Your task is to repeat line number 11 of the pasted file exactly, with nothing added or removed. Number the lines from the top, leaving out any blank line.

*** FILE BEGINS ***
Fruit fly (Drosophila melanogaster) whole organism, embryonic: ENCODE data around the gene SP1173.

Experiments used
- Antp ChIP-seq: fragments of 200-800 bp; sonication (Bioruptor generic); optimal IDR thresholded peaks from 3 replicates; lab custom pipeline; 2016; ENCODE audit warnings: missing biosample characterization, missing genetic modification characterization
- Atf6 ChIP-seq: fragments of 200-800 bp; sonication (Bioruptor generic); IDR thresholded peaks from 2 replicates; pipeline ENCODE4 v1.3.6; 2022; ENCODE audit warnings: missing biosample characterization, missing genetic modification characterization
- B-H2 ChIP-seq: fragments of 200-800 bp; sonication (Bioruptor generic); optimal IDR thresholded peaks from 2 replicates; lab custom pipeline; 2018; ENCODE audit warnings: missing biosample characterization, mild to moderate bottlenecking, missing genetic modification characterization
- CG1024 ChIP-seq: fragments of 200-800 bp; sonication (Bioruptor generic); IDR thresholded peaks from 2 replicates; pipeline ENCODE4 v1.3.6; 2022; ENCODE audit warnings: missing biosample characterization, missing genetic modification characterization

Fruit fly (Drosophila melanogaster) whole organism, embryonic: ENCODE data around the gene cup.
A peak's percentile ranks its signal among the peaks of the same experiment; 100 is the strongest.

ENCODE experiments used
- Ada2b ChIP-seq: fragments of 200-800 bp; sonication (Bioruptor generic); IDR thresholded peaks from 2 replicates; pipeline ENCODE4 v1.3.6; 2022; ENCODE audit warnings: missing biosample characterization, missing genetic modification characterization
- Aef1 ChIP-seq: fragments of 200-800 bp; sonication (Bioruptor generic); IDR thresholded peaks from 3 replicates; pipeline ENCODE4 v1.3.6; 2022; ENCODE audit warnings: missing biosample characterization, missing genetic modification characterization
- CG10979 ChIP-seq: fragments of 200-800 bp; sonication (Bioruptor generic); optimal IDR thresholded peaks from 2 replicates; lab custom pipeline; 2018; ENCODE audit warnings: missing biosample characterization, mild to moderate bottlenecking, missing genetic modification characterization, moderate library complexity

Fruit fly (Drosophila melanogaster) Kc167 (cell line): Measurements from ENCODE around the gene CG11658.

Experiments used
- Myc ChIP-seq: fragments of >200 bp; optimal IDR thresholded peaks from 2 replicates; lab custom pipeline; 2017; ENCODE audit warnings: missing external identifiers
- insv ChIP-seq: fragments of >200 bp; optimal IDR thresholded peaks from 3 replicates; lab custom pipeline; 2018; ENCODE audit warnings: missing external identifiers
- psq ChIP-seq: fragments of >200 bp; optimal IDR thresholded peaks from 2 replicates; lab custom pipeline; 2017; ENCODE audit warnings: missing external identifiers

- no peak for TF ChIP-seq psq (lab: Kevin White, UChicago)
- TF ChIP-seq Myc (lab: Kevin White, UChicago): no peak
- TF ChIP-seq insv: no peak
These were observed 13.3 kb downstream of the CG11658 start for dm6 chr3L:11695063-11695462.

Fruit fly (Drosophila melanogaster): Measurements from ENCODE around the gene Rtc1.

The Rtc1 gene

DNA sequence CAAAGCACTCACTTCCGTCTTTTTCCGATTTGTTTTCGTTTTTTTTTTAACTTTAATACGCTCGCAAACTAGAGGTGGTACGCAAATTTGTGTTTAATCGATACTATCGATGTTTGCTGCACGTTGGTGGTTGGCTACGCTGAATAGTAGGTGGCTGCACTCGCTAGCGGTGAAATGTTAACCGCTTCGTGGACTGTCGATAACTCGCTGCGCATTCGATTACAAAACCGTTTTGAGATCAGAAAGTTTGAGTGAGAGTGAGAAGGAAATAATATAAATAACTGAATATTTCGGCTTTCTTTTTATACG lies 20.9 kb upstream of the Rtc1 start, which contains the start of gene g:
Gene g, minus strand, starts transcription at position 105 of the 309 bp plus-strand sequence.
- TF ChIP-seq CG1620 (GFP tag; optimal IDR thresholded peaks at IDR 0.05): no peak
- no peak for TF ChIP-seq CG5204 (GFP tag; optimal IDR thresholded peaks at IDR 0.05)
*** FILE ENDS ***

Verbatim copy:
- Aef1 ChIP-seq: fragments of 200-800 bp; sonication (Bioruptor generic); IDR thresholded peaks from 3 replicates; pipeline ENCODE4 v1.3.6; 2022; ENCODE audit warnings: missing biosample characterization, missing genetic modification characterization